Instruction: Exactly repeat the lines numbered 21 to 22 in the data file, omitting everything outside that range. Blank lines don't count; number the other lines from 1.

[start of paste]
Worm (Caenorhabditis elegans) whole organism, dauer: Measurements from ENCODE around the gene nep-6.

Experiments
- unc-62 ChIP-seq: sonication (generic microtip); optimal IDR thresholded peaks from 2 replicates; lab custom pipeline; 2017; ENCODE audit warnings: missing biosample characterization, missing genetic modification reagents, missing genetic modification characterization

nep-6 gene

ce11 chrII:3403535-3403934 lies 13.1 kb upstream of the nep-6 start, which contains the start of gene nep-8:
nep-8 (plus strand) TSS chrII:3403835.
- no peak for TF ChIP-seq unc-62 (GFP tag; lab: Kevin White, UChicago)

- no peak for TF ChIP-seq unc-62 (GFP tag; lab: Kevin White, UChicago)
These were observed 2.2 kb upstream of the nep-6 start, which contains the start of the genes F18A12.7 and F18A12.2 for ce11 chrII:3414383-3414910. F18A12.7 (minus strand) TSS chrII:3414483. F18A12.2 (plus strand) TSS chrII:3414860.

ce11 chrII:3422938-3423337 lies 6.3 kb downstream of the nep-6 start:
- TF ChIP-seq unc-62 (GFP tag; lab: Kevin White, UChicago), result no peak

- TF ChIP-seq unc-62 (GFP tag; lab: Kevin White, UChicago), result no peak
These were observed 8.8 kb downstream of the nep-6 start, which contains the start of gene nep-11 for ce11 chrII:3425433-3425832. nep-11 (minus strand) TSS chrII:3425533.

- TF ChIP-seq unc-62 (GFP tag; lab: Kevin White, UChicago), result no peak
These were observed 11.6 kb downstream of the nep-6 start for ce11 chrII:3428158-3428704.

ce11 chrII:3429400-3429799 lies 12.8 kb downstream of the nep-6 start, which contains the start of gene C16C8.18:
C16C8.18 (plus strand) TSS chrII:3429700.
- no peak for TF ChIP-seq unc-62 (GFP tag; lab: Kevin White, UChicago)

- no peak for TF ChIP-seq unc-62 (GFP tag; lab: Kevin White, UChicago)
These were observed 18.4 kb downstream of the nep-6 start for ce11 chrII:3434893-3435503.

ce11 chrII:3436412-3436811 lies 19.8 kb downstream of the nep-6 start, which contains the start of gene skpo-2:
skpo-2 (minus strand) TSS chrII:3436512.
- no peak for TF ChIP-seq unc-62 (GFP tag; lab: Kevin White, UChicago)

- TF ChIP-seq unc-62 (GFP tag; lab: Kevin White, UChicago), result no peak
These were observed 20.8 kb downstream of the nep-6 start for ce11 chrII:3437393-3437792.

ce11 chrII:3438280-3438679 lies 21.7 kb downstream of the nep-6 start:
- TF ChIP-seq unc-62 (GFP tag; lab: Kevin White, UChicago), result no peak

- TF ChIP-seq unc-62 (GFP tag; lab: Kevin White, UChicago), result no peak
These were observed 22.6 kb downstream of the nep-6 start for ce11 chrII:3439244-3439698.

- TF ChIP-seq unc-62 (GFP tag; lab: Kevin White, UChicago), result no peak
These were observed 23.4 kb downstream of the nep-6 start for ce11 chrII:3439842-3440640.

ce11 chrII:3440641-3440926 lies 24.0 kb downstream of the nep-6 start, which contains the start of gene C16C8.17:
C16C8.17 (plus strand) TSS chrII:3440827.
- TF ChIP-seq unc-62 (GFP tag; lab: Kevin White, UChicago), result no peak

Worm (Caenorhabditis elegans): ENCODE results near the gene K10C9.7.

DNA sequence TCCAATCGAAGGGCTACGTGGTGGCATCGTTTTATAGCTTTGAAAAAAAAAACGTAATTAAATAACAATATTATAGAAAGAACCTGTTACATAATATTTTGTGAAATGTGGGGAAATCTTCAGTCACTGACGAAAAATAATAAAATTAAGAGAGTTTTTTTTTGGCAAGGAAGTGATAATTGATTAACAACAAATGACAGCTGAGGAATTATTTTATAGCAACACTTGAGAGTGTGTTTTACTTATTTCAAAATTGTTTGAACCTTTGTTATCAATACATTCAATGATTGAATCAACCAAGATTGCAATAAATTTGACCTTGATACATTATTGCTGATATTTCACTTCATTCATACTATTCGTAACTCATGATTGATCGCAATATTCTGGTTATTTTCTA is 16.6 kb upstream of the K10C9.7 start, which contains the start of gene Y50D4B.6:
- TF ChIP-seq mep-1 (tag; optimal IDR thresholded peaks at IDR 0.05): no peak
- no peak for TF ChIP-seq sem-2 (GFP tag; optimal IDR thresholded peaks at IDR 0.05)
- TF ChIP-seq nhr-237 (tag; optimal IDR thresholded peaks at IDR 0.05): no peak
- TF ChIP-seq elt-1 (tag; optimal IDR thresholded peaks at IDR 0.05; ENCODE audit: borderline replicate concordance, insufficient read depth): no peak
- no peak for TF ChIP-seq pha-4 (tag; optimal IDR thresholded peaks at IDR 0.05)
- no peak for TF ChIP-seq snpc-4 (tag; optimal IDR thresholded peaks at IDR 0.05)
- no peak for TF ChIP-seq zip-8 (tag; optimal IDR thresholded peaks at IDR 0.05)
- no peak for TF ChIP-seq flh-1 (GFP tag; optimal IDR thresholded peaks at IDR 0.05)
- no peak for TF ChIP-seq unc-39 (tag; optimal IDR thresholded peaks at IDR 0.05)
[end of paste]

ce11 chrII:3436412-3436811 lies 19.8 kb downstream of the nep-6 start, which contains the start of gene skpo-2:
skpo-2 (minus strand) TSS chrII:3436512.